In a letter citing his role as Seattle’s chief legal officer, City Attorney Pete Holmes wrote that U.S. District Judge James Robart raised important questions and underscored the need for lasting police reform.
Seattle City Attorney Pete Holmes sent a letter Thursday asking the City Council to take no action on police-accountability legislation pushed by a citizen-advisory body until the city receives further guidance from the federal judge overseeing court-ordered reforms.
The letter comes after months of tension between U.S. District Judge James Robart and the Community Police Commission (CPC) over its efforts to become a permanent body with greater powers, rather than a temporary entity originally envisioned under the reform plan.
Robart is presiding over a 2012 consent decree in which the city agreed to adopt reforms to address allegations of excessive force and biased policing cited by the U.S. Justice Department.
He has chastised the 15-member CPC — created as part of the consent decree — for seeking to prematurely perpetuate its own existence at the expense of a broader review of what should be done to bolster police oversight.
- Designed in Seattle, this $1 cup could save millions of babies
- Reed brother led detectives to bodies believed to be Arlington couple
- Trump, Clinton win Washington state primary
- Your vote counts so little in today’s primary election, John Oliver joked about it on ‘Last Week Tonight’
- Ivar’s looks to sell, lease back two venerable restaurant sites
Most Read Stories
In a brief statement Thursday evening, the CPC said: “We need to get it right, and we need to get it done. Our communities are waiting, and we will all be held accountable.”
It said it is willing to participate in further talks outlined in Holmes’ letter.
The commission’s proposed legislation won the early endorsement of Murray, Holmes and Police Chief Kathleen O’Toole last year.
But in the letter, Holmes, citing his role as lead counsel in the federal case and the city’s chief legal officer, wrote that Robart has raised questions and cautioned that the city and Justice Department need to take the necessary time to “get this right.”
“The People of Seattle will not forgive yet another failed police reform effort, and federal intervention represents perhaps the City’s last, best opportunity for meaningful, lasting change,” Holmes wrote, referring to past efforts that produced “mixed results” before the Justice Department stepped in.
Throughout the city’s dealings with the Justice Department and the court, Holmes has rarely used his legal pulpit to make public pronouncements.
At a similar crossroads in July 2012, just before the consent decree was signed, Holmes wrote a sharply worded letter to then-mayor Mike McGinn warning that McGinn’s negotiating strategy with the Justice Department had put the city on the verge of a civil-rights lawsuit that could have dire consequences.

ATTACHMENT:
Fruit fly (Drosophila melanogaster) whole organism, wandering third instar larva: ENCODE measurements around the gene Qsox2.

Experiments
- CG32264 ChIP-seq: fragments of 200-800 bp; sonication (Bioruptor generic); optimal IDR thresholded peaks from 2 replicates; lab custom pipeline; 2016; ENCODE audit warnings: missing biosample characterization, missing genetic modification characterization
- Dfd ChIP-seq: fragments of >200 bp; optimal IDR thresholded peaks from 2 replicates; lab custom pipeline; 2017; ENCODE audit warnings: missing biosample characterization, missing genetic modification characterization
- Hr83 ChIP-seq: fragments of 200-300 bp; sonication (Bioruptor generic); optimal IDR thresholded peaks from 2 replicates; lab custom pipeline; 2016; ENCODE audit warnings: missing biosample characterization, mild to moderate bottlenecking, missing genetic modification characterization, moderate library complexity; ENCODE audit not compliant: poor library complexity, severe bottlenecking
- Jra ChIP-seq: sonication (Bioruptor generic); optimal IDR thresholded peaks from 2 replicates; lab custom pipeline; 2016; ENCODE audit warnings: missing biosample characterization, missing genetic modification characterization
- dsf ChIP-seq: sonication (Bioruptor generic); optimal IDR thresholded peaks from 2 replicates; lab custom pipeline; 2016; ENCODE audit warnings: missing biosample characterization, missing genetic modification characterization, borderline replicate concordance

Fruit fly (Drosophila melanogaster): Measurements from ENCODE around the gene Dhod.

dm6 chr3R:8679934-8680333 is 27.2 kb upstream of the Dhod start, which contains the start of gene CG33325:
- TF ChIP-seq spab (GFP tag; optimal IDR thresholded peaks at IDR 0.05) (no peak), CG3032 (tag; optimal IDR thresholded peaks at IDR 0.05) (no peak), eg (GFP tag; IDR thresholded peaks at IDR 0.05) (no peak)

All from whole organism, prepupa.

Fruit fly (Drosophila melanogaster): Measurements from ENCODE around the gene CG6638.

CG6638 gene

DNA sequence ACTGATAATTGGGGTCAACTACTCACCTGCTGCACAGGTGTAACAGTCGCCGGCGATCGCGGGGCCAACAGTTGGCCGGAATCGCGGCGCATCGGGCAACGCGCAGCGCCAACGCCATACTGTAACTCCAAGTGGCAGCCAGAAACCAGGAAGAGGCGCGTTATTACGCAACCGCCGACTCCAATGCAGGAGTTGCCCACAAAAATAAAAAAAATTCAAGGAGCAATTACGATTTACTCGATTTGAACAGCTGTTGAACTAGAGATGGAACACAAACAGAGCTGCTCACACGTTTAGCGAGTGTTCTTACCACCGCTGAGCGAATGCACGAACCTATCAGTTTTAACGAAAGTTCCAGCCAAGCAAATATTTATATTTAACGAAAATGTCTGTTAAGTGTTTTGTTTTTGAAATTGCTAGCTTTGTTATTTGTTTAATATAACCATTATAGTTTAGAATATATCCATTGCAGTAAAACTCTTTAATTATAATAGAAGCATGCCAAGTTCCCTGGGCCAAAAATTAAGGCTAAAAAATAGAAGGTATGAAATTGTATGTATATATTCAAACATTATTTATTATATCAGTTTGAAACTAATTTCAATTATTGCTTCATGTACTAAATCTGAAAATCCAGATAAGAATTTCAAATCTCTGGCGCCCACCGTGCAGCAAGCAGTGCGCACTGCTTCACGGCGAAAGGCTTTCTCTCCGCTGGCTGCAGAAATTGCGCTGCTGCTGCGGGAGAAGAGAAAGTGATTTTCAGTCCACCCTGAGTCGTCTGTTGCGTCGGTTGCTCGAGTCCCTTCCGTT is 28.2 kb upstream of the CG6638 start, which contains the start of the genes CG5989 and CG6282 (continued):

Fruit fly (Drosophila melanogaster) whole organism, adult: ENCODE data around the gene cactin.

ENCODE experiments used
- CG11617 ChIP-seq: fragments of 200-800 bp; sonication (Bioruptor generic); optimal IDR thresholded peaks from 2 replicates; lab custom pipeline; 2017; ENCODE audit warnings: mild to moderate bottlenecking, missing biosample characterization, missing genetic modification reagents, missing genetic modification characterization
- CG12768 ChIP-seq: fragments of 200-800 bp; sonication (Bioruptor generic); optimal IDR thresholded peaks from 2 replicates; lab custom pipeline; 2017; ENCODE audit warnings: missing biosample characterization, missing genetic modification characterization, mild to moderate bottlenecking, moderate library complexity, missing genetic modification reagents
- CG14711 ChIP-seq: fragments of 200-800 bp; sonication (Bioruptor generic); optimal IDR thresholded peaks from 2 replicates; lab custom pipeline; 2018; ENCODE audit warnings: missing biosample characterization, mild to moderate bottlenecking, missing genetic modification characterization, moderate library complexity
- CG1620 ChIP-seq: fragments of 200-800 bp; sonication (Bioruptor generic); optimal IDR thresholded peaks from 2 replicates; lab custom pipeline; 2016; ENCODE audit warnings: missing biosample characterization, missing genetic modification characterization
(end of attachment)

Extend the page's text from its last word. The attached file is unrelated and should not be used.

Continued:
In Thursday’s letter, Holmes stressed that two fundamental principles were at stake: that true reform can only be accomplished through “a robust, permanent accountability structure,” and that it must be “grounded on a strong foundation of civilian oversight.”
The proposed legislation, he wrote, represents an “excellent starting point” for determining the next steps.
It was never intended to be the final word on the best accountability structure for civilian oversight of the Police Department, according to Holmes.
Moreover, much has changed since the legislation emerged, Holmes wrote, attaching a long list of questions from the judge regarding internal investigations, disciplinary procedures and civilian oversight.
In addition, the federal monitor reporting to the judge has recently provided input on the subject; four new council members have been elected; and the city has new, geographic council districts, his letter notes.
“The decisions we are being asked to make will affect the entire City for decades,” he wrote.
While the monitor, Merrick Bobb, has found consistent improvement, he also has emphasized much work remains, according to Holmes’ letter.
Holmes also wrote he has his own questions, including whether the proposed legislation is strong enough.
His letter — addressed to Murray, council members, O’Toole, the CPC’s executive director, Fé Lopez, and other officials — includes an attachment laying out a structure for further discussions, with a timeline subject to the court’s approval.
Included in the talks will be the Justice Department, the City Attorney, the mayor’s office, the Police Department, three or four CPC members and the civilian director and civilian auditor of SPD’s internal-investigation unit, the Office of Professional Accountability.
Bobb will send a representative to each meeting, and provide “notes and concerns” to the participants.
With a target date of April 6, positions reached in the discussions, including agreements and disagreements, will be submitted to Robart. The CPC will be allowed to comment on the filings.
“The Parties anticipate that the Monitor and the Court will then review these positions and will convene a status conference,” Holmes wrote. “After the status conference, the Court will advise the parties whether the City may proceed with its proposed reform plan.”
Seattle City Councilmember Lorena González, who heads the council committee that oversees police matters, was not immediately available for comment. Her office said she received the letter late Thursday afternoon and was studying it.
Murray, in a statement released by the mayor’s office, said: “I look forward to our meetings with the Parties, Monitoring Team and CPC to discuss meaningful, lasting reforms to the Seattle Police Department’s accountability system. We must take advantage of this opportunity to improve upon our current system as we progress towards compliance with the Consent Decree.”